THE QUEST FOR GRAHAM GREENE by W.J. West

THE QUEST FOR GRAHAM GREENE

A Biography
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KIRKUS REVIEW

 An occasionally enticing if episodic inquest into Greene's lifelong balancing act on ``the dangerous edge of things'' (his favorite Browning quote). Armed with findings from Greene archives at Boston College and the University of Texas, Austin, West's (editor, Orwell: The War Commentaries, 1986) book amends some neglected points in Norman Sherry's thoroughly researched, ongoing authorized biography (1989, 1994), disputes much of Michael Sheldon's animus-driven Graham Greene: The Enemy Within (1995), and corrects Greene's own misleading memoirs. The sometimes scattered results of West's quest for the real Greene do not form a compelling or truly coherent psychological portrait--conjectures about Greene's adolescent breakdown and his relationship with his psychoanalyst (and the analyst's wife), for example, are especially tenuous--but they do score a few intriguing points. His big coup, tied together from several sources, is the secret behind Greene's self-exile from England in 1966. The scenario, which involved one Tom Roe, Greene's dubious financial advisor, who was mixed up with counterfeiters and Hollywood Mafia, and Roe's disastrous and fraudulent handling of some of Greene's off-shore investments, is as seamy as any in his novels (and West finds some inside jokes about currency smuggling in Travels with My Aunt). More often, though, West only dutifully brings to light peripheral players, such as James Hadley Chase, a thriller writer Greene edited while working in publishing after the war, and Ben Greene, a pacifist cousin who was a political internee during the Blitz, without making solid claims to their roles in Greene's life. Even his revelations about Greene's continuing relationship with the double-agent Kim Philby, including their later correspondence in the last phase of the Cold War, await complete disclosure. While Greene aficionados anticipate Sherry's next volume, West supplies them with some tantalizing points and leaves open many, many questions. (16 pages b&w photos, not seen)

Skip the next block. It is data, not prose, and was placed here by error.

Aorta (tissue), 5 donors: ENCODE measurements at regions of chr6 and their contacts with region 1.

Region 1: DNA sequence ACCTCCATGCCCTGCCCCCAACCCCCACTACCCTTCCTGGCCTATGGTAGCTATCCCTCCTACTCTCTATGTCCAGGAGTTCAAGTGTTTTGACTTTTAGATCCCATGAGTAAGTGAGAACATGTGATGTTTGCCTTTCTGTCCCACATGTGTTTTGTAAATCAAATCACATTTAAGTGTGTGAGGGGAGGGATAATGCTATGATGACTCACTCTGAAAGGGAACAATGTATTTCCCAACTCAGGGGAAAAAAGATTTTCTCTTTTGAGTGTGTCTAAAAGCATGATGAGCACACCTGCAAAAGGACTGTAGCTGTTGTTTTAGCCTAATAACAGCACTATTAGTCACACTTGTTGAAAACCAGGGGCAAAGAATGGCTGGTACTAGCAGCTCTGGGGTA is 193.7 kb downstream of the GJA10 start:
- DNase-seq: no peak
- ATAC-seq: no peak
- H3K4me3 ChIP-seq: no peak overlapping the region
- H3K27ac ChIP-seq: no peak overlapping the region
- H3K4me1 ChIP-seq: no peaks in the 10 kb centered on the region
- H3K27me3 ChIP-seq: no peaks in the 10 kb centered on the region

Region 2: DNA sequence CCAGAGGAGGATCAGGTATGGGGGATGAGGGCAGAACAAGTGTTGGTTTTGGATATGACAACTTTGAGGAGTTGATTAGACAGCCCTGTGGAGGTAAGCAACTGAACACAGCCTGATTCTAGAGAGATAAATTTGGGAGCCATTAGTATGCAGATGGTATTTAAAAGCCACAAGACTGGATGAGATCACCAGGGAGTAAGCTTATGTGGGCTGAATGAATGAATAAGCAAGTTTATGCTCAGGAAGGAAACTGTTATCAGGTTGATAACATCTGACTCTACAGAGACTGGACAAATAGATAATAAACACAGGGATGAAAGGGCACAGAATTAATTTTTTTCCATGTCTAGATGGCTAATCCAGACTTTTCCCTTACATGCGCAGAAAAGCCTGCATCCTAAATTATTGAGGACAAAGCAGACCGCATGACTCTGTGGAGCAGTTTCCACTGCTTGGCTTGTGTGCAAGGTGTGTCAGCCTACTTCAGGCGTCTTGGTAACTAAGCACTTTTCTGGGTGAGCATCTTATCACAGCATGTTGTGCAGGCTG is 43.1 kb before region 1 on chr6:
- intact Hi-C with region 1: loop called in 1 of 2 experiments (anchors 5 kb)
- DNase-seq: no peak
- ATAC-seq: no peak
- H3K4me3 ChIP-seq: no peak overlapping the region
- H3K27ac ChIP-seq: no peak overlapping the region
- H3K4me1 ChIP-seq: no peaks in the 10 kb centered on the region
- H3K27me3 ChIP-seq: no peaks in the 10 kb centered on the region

Pub Date: Feb. 12th, 1998
ISBN: 0-312-18161-2
Page count: 336pp
Publisher: St. Martin's
Review Posted Online:
Kirkus Reviews Issue: Dec. 15th, 1997




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